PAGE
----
Figure 2
Changes of FEV1 (the upper panel) and FEV1 to FEV ratio (the lower panel) between COPD patients and control participants

Abbreviations: 95% CI, 95% confidence interval; COPD, chronic obstructive pulmonary disease; FEV1, forced expiratory volume in one second; FVC, forced vital capacity; WMD, weighted mean difference. WMD is denoted by the center of a solid diamond, and the length of solid line cross this diamond denotes its 95% CI. The hollow diamond with a vertical broken line denotes overall risk estimate. The solid vertical line is set at the null value (WMD = 0.0).

Figure 2
Changes of FEV1 (the upper panel) and FEV1 to FEV ratio (the lower panel) between COPD patients and control participants

Abbreviations: 95% CI, 95% confidence interval; COPD, chronic obstructive pulmonary disease; FEV1, forced expiratory volume in one second; FVC, forced vital capacity; WMD, weighted mean difference. WMD is denoted by the center of a solid diamond, and the length of solid line cross this diamond denotes its 95% CI. The hollow diamond with a vertical broken line denotes overall risk estimate. The solid vertical line is set at the null value (WMD = 0.0).

Stratified analyses – metabolic syndrome and COPD

Stratified effect estimates of metabolic syndrome for COPD risk are presented in Table 3. By COPD diagnosis, metabolic syndrome was significantly associated with COPD in studies adopting the GOLD criteria (OR = 1.48, 95% CI: 1.20–1.84, P<0.001), but not in studies adopting the American Thoracic Society (ATS) criteria in 1987. By the diagnostic criteria of metabolic syndrome, most studies adopted the criteria developed by ATP-III (Adult Treatment Panel III) and IDF (International Diabetes Federation), and the association of metabolic syndrome with COPD was statistically significant using the two major criteria (OR = 1.72 and 1.39, 95% CI: 1.24–2.4 and 1.03–1.88, P=0.001 and 0.032, respectively). By gender, the risk prediction of metabolic syndrome for COPD was only significant in females (OR = 1.28, 95% CI: 1.08–1.53, P=0.004). By study design, significance was attained in studies of both cross-sectional and nested designs (OR = 1.67 and 1.35, 95% CI: 1.09–2.58 and 1.14–1.6, P=0.02 and <0.001, respectively). By source of controls, effect estimate was significant for both hospital-based and population-based sources, especially in hospital-based controls (OR = 2.43, 95% CI: 1.41–4.18, P=0.001). By race, the risk of COPD was significant in Caucasian and Middle-Eastern populations (OR = 2.05 and 2.83, 95% CI: 1.7–2.46 and 1.65–4.86, both P<0.001). By development, the association of metabolic syndrome with COPD was significant in both developed and developing countries (OR = 1.44 and 1.76, 95% CI: 1.09–1.9 and 1.19–2.6, P=0.01 and 0.004, respectively). By matched status, studies with matched patients and controls reported a significant association of metabolic syndrome with COPD (OR = 2.21, 95% CI: 1.83–2.68, P<0.001). Finally, by sample size, the risk estimate was 2.16 (95% CI: 1.47–3.16) in small studies (total sample size <300) and 1.34 (95% CI: 1.05–1.71) in large studies (total sample size ≥300) (P<0.001 and P=0.02, respectively).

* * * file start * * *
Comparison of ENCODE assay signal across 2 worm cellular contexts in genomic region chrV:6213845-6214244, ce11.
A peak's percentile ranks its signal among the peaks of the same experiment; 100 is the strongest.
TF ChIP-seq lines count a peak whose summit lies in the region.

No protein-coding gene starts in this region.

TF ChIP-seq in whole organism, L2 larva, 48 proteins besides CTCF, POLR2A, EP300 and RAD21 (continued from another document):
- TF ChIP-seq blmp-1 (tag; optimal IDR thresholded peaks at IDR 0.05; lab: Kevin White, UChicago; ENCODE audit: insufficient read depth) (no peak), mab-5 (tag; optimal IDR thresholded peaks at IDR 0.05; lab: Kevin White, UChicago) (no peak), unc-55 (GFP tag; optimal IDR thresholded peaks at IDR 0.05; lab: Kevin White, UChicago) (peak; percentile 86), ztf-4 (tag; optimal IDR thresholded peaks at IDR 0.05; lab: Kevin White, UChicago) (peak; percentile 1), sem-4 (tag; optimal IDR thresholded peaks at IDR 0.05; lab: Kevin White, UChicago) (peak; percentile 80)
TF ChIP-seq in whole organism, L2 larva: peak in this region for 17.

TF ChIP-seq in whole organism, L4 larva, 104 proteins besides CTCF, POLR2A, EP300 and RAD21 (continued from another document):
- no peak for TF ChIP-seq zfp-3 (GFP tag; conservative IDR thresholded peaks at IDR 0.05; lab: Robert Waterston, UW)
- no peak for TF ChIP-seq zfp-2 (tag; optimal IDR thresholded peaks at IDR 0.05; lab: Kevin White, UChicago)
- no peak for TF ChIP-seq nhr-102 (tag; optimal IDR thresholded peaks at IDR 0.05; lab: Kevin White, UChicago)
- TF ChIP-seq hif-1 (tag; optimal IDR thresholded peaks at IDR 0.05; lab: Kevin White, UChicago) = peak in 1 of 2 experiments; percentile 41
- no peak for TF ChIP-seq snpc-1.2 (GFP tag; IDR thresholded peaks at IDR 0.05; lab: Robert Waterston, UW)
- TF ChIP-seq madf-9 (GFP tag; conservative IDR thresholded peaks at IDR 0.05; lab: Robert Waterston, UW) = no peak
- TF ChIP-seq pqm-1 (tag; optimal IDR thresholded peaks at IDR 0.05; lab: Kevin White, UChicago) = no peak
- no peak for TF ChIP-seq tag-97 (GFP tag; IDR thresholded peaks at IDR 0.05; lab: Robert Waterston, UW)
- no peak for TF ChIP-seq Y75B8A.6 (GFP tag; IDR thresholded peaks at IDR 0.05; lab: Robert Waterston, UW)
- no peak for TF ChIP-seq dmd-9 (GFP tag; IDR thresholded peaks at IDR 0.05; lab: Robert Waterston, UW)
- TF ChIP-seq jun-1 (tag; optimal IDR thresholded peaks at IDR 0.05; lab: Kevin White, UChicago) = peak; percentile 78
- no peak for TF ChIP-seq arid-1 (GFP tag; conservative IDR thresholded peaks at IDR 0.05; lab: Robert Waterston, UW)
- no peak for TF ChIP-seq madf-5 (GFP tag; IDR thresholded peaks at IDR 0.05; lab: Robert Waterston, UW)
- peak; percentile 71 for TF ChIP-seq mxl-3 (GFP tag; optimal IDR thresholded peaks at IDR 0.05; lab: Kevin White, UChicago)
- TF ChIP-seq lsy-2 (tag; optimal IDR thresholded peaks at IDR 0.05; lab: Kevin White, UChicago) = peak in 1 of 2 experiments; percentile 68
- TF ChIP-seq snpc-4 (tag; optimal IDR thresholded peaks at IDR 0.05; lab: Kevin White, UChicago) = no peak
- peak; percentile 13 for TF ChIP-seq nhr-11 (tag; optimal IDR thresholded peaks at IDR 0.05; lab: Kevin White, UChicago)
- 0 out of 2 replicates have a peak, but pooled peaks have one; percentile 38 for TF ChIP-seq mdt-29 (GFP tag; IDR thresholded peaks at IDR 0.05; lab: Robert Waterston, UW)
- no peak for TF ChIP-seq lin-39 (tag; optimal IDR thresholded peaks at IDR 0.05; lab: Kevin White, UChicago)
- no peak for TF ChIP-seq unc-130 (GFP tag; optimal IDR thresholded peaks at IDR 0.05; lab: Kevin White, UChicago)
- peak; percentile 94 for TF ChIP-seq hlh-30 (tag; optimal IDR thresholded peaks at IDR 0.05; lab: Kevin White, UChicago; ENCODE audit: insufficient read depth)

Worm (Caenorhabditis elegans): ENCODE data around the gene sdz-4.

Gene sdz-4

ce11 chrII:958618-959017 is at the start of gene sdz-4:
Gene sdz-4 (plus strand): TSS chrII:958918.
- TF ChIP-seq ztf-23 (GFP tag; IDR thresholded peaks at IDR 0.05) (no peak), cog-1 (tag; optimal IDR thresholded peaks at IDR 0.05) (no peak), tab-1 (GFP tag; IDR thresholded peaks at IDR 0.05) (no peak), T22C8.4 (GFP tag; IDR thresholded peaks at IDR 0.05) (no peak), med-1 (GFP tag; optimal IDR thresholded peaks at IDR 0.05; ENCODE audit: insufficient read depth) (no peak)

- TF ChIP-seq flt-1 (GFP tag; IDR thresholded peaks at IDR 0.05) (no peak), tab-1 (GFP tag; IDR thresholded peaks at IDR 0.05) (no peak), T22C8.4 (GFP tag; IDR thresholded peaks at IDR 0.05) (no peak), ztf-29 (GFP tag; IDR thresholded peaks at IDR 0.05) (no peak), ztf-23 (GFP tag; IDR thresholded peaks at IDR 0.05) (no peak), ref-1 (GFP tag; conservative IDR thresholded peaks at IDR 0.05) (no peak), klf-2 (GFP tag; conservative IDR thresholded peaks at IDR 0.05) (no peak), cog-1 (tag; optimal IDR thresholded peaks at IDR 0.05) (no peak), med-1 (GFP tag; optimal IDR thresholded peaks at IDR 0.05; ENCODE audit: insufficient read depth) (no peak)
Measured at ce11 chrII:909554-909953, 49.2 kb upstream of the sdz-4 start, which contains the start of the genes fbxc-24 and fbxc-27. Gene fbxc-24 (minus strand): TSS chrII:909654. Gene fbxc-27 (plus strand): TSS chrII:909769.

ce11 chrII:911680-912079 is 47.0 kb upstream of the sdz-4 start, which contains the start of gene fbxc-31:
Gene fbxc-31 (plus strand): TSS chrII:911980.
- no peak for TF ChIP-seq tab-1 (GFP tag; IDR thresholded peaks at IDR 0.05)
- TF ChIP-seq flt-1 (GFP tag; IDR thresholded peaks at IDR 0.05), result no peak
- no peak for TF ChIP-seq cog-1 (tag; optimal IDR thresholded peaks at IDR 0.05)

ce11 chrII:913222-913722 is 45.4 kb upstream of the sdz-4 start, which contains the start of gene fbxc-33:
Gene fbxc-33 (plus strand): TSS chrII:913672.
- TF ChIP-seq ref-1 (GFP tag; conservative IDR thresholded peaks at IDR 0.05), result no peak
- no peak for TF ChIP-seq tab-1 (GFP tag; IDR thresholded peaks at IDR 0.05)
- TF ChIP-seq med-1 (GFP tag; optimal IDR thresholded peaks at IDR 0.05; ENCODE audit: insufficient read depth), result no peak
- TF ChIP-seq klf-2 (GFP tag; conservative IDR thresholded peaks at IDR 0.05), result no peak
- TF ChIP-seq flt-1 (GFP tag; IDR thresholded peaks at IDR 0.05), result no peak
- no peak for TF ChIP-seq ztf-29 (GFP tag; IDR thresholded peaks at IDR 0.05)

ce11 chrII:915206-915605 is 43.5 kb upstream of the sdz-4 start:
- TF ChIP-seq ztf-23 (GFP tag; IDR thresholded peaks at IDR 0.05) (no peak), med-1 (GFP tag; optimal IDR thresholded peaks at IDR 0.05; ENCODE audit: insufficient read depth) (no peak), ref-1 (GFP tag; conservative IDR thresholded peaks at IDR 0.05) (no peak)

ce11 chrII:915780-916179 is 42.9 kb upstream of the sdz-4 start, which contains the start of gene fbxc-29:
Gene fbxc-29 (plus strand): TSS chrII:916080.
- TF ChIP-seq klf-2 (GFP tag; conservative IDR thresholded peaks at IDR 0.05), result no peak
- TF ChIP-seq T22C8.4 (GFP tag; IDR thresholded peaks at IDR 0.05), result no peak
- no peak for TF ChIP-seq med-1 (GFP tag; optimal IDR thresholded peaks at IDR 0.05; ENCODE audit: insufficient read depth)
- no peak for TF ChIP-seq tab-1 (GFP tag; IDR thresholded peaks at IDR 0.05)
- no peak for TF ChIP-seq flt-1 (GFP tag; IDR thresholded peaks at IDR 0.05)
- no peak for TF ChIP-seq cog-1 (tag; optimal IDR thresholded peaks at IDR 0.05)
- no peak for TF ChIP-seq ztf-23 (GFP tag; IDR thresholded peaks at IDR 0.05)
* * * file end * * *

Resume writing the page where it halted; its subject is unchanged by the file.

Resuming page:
Table 3
Stratified effect estimates of metabolic syndrome for COPD risk
Stratified groups Number OR 95% CI P I2 PQ-test 
COPD diagnosis       
  GOLD 18 1.48 1.20–1.84 <0.001 75.4% <0.001 
  ATS (1987) 3.14 0.70–14.09 0.134 46.9% 0.170 
By MetS       
  ATP-III 12 1.72 1.24–2.4 0.001 83.6% <0.001 
  IDF 1.39 1.03–1.88 0.032 49.1% 0.056 
  JIS (2009) 1.18 0.79–1.77 0.41 0.0% 0.802 
By gender       
  Males 1.22 0.78–1.91 0.384 84.8% <0.001 
  Females 1.28 1.08–1.53 0.004 0.0% 0.414 
By study design       
  Cross-sectional 11 1.67 1.09–2.58 0.02 83.2% <0.001 
  Nested 1.35 1.14–1.6 <0.001 34.5% 0.142 
By source of controls       
  Hospital 2.43 1.41–4.18 0.001 33.7% 0.159 
  Population 12 1.38 1.1–1.73 0.006 80.6% <0.001 
By race       
  Asian 1.24 0.97–1.59 0.085 74.2% <0.001 
  Caucasian 2.05 1.7–2.46 <0.001 0.0% 0.445 
  Middle Eastern 2.83 1.65–4.86 <0.001 0.0% 0.440 
  Mixed 1.17 0.77–1.77 0.46 NA  
By country development       
  Developed 13 1.44 1.09–1.9 0.01 80.0% <0.001 
  Developing 1.76 1.19–2.6 0.004 57.5% 0.028 
By matched status       
  NR 11 1.23 1.0–1.52 0.051 69.7% <0.001 
  Yes 2.21 1.83–2.68 <0.001 0.0% 0.460 
By total sample size       
  <300 10 2.16 1.47–3.16 <0.001 19.6% 0.262 
  ≥300 10 1.34 1.05–1.71 0.02 83.8% <0.001 
Stratified groups Number OR 95% CI P I2 PQ-test 
COPD diagnosis       
  GOLD 18 1.48 1.20–1.84 <0.001 75.4% <0.001 
  ATS (1987) 3.14 0.70–14.09 0.134 46.9% 0.170 
By MetS       
  ATP-III 12 1.72 1.24–2.4 0.001 83.6% <0.001 
  IDF 1.39 1.03–1.88 0.032 49.1% 0.056 
  JIS (2009) 1.18 0.79–1.77 0.41 0.0% 0.802 
By gender       
  Males 1.22 0.78–1.91 0.384 84.8% <0.001 
  Females 1.28 1.08–1.53 0.004 0.0% 0.414 
By study design       
  Cross-sectional 11 1.67 1.09–2.58 0.02 83.2% <0.001 
  Nested 1.35 1.14–1.6 <0.001 34.5% 0.142 
By source of controls       
  Hospital 2.43 1.41–4.18 0.001 33.7% 0.159 
  Population 12 1.38 1.1–1.73 0.006 80.6% <0.001 
By race       
  Asian 1.24 0.97–1.59 0.085 74.2% <0.001 
  Caucasian 2.05 1.7–2.46 <0.001 0.0% 0.445 
  Middle Eastern 2.83 1.65–4.86 <0.001 0.0% 0.440 
  Mixed 1.17 0.77–1.77 0.46 NA  
By country development       
  Developed 13 1.44 1.09–1.9 0.01 80.0% <0.001 
  Developing 1.76 1.19–2.6 0.004 57.5% 0.028 
By matched status       
  NR 11 1.23 1.0–1.52 0.051 69.7% <0.001 
  Yes 2.21 1.83–2.68 <0.001 0.0% 0.460